To Relay or not to Relay: Open Distance and Optimal Deployment for Linear Underwater Acoustic Networks.
Existing works have widely studied relay-aided underwater acoustic networks under some specialized relay distributions, e.g., equidistant and rectangular-grid. In this paper, we investigate two fundamental problems that under which conditions a relay should be deployed and where to deploy it if necessary in terms of the energy and delay performance in linear underwater acoustic networks. To address these two problems, we first accurately approximate the complicated effective bandwidth and transmit power in the logarithm domain to formulate an energy minimization problem. By analyzing the formulation, we discover a critical transmission distance, defined as open distance, and explicitly show that a relay should not be deployed if the transmission distance is less than the open distance and should be otherwise. Most importantly, we derive a closed-form and easy-to-calculate expression for the open distance and also strictly prove that the optimal placing position is at the middle point of the link when a relay should be introduced. Moreover, although this paper considers a linear two-hop relay network as the first step, our derived results can be applied to construct energy-efficient and delay-friendly multi-hop networks. Simulation results validate our theoretical analysis and show that properly introducing a relay can dramatically reduce the network energy consumption almost without increasing the end-to-end delay.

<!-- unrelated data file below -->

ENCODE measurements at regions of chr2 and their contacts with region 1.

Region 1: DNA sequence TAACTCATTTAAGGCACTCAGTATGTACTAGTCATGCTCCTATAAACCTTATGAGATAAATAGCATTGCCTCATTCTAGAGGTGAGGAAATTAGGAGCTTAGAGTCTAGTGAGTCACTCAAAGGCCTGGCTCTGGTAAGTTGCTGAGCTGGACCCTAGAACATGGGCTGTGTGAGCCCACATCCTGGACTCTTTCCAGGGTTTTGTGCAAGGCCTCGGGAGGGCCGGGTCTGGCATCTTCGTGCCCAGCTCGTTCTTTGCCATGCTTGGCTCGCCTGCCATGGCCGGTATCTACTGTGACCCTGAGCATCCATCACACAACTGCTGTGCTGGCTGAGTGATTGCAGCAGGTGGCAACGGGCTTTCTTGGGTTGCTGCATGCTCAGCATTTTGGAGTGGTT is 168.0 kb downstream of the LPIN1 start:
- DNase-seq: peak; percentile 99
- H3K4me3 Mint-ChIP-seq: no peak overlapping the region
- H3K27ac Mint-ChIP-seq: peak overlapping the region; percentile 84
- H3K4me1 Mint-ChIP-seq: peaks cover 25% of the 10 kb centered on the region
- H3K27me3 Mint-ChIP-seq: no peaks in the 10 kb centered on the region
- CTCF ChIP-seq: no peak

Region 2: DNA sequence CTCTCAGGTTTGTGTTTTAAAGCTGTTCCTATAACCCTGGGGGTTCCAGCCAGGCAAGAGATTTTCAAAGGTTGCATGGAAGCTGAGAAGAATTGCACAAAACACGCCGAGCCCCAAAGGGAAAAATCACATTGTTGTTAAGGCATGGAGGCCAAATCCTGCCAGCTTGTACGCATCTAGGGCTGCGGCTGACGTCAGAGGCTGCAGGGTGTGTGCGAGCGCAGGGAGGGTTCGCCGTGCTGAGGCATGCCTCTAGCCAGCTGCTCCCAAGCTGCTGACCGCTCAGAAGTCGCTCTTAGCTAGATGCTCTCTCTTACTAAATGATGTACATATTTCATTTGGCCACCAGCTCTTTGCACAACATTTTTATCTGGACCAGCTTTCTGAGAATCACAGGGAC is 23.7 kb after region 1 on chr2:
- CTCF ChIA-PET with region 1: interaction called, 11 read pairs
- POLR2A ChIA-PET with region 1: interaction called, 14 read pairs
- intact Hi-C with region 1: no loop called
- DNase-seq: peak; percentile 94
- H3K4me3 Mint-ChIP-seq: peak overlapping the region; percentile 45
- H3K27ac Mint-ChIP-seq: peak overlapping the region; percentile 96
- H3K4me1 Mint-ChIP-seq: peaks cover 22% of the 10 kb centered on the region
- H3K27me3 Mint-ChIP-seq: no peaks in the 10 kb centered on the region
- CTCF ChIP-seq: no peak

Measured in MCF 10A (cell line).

Publisher URL: http://arxiv.org/abs/1801.03641
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